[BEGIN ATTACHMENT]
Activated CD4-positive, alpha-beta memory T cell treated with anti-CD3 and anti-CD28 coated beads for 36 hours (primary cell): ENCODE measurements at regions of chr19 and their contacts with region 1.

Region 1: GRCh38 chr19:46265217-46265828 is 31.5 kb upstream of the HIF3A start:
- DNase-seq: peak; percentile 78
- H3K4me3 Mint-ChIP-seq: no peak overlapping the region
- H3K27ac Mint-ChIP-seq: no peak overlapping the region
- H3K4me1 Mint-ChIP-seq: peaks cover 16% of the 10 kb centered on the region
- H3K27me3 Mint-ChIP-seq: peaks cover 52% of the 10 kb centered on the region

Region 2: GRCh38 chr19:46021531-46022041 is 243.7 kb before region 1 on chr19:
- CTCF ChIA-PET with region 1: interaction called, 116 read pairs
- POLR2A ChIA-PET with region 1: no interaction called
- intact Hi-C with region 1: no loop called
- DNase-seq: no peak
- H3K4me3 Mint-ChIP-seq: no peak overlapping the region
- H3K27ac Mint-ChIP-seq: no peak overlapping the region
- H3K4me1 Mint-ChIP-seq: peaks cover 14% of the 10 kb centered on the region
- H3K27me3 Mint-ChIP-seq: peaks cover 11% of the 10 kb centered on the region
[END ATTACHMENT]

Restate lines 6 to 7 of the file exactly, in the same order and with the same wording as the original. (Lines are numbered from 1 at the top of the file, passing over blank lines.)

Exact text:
- H3K4me1 Mint-ChIP-seq: peaks cover 16% of the 10 kb centered on the region
- H3K27me3 Mint-ChIP-seq: peaks cover 52% of the 10 kb centered on the region